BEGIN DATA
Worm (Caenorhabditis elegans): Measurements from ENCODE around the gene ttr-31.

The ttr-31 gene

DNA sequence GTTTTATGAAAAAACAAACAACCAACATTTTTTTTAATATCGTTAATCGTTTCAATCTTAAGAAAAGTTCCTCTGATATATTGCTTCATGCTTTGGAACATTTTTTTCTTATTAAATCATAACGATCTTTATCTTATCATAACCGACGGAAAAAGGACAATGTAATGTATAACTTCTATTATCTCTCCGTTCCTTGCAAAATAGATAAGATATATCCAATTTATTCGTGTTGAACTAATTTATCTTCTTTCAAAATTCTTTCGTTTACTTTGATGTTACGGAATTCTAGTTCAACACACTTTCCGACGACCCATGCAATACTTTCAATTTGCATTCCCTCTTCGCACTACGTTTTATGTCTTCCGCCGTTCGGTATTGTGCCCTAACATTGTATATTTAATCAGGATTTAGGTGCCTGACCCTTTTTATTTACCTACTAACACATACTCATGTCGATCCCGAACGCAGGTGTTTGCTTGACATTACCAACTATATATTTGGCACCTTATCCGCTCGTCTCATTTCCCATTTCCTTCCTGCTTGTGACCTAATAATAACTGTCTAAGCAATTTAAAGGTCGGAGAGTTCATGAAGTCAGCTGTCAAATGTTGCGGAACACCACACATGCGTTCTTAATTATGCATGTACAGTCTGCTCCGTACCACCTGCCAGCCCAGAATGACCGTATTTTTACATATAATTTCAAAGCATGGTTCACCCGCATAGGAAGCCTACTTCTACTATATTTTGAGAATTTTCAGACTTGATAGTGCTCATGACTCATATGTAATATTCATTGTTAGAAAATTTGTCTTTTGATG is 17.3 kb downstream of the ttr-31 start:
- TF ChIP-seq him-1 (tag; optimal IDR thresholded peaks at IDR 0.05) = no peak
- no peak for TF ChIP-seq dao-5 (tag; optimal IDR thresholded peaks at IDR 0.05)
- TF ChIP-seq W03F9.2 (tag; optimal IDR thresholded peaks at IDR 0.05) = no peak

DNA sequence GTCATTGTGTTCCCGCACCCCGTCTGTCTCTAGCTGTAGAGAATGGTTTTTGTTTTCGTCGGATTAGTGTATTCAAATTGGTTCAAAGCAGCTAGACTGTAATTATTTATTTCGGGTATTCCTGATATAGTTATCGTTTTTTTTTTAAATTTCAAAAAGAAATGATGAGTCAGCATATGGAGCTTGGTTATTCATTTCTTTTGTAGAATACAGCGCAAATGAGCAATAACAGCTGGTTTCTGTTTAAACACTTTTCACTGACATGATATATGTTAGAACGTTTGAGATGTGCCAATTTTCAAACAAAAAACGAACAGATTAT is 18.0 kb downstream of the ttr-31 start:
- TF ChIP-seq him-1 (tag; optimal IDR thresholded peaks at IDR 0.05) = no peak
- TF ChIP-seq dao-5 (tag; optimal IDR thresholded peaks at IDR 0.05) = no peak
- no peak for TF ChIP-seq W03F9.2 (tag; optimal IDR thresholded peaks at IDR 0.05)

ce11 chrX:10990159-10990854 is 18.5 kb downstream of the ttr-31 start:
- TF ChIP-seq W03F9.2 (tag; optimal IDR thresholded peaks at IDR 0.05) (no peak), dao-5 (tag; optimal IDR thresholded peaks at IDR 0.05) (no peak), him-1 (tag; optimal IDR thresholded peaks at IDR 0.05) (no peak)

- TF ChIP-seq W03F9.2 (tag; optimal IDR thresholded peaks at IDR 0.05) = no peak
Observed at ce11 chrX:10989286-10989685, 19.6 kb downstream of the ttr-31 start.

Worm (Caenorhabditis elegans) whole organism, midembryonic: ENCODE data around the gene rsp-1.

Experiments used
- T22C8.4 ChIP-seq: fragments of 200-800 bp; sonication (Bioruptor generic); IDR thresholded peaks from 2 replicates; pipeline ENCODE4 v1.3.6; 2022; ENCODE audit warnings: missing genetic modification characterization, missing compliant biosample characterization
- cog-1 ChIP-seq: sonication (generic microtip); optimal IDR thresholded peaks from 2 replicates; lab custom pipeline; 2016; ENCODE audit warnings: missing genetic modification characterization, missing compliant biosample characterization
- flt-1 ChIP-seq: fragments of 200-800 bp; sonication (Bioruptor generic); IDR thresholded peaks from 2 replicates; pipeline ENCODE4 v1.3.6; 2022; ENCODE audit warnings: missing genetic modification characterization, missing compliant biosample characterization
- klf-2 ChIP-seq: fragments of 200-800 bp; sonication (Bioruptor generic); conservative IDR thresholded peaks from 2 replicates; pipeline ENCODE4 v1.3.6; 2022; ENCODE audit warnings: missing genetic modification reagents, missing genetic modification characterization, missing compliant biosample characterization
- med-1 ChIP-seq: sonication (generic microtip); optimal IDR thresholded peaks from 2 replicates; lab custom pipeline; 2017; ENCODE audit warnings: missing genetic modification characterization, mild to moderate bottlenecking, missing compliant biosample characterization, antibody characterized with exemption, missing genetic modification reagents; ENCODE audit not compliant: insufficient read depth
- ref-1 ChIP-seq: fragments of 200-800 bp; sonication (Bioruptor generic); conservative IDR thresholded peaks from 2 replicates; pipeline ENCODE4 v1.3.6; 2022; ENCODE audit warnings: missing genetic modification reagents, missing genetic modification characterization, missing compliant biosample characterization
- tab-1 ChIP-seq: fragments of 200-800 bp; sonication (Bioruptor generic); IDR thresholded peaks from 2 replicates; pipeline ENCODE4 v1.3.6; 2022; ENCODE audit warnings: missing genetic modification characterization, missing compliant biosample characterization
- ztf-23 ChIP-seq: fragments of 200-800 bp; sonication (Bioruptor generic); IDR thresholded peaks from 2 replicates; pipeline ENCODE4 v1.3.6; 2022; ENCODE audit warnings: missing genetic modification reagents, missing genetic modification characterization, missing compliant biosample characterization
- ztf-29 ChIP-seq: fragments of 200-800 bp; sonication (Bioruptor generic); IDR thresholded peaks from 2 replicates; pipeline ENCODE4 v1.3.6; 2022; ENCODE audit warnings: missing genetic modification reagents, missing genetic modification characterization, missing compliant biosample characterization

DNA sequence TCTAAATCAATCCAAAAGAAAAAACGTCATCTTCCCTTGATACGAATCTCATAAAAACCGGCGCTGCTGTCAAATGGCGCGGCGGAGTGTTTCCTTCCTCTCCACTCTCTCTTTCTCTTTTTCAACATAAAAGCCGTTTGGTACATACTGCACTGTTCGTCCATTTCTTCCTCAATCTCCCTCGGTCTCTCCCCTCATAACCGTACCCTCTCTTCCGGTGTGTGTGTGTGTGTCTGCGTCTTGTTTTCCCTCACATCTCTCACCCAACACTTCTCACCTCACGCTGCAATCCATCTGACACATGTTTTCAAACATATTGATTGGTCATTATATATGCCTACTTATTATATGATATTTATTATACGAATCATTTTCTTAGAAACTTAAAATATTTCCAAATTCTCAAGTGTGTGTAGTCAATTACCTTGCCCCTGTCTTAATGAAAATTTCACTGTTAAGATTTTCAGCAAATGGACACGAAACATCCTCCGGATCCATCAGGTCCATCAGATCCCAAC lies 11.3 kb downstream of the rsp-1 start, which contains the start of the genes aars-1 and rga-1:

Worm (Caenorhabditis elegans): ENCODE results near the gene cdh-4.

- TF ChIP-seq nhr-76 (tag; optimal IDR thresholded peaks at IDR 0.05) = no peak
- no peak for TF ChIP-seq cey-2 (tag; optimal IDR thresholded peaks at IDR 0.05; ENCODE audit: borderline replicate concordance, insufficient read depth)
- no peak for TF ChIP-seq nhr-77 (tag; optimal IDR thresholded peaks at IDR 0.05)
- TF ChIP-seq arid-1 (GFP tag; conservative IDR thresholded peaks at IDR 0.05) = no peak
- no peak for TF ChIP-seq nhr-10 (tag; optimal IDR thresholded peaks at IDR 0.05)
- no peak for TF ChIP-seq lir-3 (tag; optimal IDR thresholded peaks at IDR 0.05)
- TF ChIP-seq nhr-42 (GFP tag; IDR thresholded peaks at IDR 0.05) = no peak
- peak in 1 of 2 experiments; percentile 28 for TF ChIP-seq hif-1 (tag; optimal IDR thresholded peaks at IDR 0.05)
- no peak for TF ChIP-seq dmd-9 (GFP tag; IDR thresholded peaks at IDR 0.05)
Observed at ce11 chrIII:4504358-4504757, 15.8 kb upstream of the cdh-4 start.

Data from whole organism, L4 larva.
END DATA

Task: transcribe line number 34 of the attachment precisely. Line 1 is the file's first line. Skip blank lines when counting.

- TF ChIP-seq nhr-42 (GFP tag; IDR thresholded peaks at IDR 0.05) = no peak